Low back pain…the worst. We’ve ALL been there. You picked something heavy up incorrectly, you spend 8 hours of your day in a chair, or maybe you’re suffering from a running back injury.
One common culprit of a running back injury is weakness through the core, more specifically the deep stabilizer muscles.
A lot of us tend to “default” to an overextended, mildly arched low back, which causes the core to turn off, leaving the low spine to absorb each step of impact as you run.
Correcting this arch and finding a more neutral spinal position is critical if you’re going to keep running, without pain that is.
Let’s take a look at a simple core strengthening exercise we can do:
You’re simply going to lay on your back with your feet flat on the ground.
From here you’re going to peel the legs up to create a “table top” position, both legs bent at a 90 degree angle, knees directly over the hips. Head is resting on the ground.
The low back should be pressed securely into the ground. I shouldn’t be able to fit my hand under your low back…if I was there 🙂
Is this feeling stable?
Cool, let’s look at a few ways to take it up a notch:
1) Peel the head and shoulders off the ground, keeping arms into your sides but lifted 2 inches off the ground, palms up.
2) From here, you can raise the arms above your hips, perpendicular to ground.
3) From here you can extend one leg, or one arm out in line with your ears, or both legs and/or both arms.
The only rule is that your low back MUST, MUST, MUST stay glued to the ground!
The whole purpose of this is to turn on those deep abdominal muscles, which support and protect your spine from defaulting to a dangerous position.
Start with holding your chosen position for 10 seconds, for 6 rounds total. Increase time as needed.
The other part of the puzzle is your hips! No doubt they are tight and putting extra pressure and strain on your spine.
My guess is that when you AREN’T running, a lot of you are spending MANY hours a day seated…in your car, at your desk, on your couch.
Let’s think about what that means.
Since your hip flexors spend most of their day in a shortened position, the result is that when you do try to find an upright, lengthened out position for that hour or two of running, the low back feels overridden and yanked by them.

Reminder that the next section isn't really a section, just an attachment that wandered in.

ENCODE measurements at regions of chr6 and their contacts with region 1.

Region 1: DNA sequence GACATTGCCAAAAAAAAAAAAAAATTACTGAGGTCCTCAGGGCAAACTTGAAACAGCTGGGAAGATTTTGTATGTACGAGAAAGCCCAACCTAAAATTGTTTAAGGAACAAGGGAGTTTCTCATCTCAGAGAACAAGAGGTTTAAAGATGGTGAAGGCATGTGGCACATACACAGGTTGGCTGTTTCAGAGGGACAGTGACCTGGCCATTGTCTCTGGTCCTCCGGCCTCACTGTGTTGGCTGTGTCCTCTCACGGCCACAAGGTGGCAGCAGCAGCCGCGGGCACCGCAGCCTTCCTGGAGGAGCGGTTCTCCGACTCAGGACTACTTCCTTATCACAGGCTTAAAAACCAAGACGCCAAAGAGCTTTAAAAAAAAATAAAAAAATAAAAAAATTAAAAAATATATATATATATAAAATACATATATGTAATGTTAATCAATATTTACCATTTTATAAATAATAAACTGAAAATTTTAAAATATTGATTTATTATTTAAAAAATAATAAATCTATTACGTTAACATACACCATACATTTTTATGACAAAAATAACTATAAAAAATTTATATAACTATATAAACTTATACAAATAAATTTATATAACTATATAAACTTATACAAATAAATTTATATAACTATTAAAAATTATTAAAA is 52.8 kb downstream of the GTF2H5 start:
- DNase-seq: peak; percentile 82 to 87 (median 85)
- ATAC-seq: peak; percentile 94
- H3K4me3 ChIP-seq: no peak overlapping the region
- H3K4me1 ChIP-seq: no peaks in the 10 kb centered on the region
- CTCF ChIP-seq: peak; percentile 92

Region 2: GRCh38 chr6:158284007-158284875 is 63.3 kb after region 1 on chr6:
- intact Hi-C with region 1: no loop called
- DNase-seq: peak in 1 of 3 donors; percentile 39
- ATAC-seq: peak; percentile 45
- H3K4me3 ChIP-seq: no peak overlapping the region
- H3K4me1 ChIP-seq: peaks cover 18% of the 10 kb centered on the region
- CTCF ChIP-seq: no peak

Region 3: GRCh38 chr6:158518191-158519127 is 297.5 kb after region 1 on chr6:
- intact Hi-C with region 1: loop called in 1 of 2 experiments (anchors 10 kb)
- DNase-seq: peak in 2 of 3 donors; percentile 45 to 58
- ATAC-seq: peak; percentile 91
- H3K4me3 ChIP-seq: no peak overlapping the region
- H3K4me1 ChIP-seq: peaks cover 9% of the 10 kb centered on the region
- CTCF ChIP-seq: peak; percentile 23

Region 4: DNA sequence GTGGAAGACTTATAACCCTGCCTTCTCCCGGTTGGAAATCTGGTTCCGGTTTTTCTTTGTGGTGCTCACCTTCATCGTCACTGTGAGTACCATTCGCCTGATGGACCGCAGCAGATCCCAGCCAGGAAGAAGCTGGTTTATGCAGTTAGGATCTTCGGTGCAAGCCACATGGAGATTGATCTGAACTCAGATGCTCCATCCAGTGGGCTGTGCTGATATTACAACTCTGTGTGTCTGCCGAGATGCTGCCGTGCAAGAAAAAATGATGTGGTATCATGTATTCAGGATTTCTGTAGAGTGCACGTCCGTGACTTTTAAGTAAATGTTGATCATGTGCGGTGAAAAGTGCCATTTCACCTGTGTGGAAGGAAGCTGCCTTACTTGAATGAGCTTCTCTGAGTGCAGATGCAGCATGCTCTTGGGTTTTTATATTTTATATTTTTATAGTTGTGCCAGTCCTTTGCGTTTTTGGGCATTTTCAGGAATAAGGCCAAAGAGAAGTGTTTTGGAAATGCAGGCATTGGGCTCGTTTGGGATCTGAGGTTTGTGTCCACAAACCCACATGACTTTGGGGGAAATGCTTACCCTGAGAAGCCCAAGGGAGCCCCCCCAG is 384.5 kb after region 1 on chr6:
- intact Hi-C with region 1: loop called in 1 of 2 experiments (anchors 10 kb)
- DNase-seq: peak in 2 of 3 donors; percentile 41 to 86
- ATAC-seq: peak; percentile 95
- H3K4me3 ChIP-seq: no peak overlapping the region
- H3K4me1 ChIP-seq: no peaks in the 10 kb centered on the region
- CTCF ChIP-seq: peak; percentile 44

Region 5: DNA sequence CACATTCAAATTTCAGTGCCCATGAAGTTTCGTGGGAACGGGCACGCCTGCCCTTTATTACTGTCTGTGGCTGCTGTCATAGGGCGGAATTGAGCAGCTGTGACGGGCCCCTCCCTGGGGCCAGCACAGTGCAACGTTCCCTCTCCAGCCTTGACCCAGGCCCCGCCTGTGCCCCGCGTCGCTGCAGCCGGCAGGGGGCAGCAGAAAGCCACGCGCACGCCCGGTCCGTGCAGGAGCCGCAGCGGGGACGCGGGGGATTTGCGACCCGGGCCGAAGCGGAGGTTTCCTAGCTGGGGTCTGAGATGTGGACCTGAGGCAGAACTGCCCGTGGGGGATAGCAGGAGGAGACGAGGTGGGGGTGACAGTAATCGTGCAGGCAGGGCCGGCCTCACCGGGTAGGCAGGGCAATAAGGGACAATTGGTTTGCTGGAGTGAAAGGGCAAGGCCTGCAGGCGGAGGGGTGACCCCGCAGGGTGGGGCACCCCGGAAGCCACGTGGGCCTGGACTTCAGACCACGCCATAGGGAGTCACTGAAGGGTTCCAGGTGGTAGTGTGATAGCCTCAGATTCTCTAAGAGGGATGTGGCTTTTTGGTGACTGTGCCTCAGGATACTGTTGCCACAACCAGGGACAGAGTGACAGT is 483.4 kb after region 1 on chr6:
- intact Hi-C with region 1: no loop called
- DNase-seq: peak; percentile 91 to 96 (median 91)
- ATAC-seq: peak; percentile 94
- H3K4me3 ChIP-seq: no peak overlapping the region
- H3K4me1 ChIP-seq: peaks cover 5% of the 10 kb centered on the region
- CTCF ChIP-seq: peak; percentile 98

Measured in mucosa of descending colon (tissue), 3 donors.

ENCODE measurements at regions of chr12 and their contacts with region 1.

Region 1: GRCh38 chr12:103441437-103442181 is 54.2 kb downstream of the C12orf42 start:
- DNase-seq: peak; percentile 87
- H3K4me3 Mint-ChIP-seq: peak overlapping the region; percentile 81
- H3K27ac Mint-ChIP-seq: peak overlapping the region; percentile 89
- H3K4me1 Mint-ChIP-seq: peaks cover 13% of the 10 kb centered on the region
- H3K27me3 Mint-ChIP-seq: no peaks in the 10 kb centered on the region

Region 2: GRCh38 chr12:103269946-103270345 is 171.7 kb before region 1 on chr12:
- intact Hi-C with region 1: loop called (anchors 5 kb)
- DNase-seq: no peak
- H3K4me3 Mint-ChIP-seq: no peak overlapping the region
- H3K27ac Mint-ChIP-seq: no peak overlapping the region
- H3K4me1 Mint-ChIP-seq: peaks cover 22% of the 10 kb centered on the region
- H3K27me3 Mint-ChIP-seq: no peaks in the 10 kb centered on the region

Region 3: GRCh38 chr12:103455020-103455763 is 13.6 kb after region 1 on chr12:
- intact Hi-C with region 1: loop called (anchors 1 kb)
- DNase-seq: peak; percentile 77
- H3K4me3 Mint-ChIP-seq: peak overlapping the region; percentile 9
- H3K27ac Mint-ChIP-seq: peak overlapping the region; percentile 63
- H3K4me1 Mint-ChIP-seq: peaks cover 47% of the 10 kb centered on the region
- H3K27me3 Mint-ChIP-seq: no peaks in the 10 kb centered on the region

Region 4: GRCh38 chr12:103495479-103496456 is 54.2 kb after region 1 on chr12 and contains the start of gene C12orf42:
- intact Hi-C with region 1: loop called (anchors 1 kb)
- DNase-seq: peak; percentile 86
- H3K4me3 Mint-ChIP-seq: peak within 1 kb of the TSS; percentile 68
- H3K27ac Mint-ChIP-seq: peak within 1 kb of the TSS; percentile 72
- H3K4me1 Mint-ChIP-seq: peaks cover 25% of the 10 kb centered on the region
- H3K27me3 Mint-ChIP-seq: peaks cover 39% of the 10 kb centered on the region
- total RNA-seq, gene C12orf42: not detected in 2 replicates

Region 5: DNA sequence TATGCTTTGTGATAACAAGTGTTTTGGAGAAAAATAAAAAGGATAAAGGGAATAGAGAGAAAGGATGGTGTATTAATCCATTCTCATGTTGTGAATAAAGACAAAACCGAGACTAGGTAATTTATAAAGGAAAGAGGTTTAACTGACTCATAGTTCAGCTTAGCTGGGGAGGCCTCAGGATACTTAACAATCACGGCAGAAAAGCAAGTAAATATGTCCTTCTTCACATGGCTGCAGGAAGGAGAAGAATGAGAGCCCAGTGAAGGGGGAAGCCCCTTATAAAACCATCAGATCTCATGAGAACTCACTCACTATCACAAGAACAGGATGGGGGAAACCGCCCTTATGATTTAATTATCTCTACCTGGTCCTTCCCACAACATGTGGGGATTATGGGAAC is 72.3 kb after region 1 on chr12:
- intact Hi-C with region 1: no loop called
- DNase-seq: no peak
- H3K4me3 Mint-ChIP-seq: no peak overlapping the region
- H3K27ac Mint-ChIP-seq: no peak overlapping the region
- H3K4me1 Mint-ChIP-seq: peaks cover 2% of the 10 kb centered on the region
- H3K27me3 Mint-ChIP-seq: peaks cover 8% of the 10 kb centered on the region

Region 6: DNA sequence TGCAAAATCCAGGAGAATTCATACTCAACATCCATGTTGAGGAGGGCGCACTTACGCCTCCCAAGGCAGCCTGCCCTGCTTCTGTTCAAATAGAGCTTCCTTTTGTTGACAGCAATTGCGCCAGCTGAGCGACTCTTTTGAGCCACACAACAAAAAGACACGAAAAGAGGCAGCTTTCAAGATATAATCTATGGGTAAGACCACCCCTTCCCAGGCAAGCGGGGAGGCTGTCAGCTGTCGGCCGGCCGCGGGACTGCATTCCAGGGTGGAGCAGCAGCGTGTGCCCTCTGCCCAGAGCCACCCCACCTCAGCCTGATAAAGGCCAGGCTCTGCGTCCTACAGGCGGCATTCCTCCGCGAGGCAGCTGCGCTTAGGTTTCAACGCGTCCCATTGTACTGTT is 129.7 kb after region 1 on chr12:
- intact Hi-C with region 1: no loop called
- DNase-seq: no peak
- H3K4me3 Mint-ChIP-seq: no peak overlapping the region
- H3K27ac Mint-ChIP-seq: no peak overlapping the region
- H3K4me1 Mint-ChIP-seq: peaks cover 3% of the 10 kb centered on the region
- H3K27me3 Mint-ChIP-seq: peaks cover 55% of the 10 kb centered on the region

The result: your low back ends up working extra hard to counteract the pull from the front of the hips.
Enter your chronic low back pain and thus, your running back injury.
So, let’s open those hips up!
Start by standing neutral on two feet, pulling the ribs down and slightly tucking the pelvis to find a neutral spine.
From here just start finding some rotations side to side, twisting the upper body from the lower body.
You should start feeling a light stretch through the front of the hips.
From here go ahead and put your right leg back behind you, finding a shallow lunge position.
Continue rotating the upper body, side to side.
1) Extend the arms to increase range of motion, emphasizing the twist towards the right leg.
2) If that still feels okay, keep arms extended (but now the right arm is raised high, while the left arm is extended low) and now emphasize the twist toward the other (left) leg.
3) From here, your goal is to find an increasingly larger range of twist over your left side, trying to reach that right glute of the extended back leg, then that hamstring, then the knee, then the ankle…you get the idea.
The goal here is to create a dynamic stretch that counteracts the seated position we spend so much time in.
Accumulate up to 30 twists per side, starting from a small range of motion and increasing from there.
The combination of these two exercises is unbeatable in both curing AND preventing a running back injury!
And for sticking with us to the end…go ahead and take a look at this awesome injury prevention series we put together. In these videos, we hit on some super common running injuries and give you our best methods for treatment & prevention. Get it all here!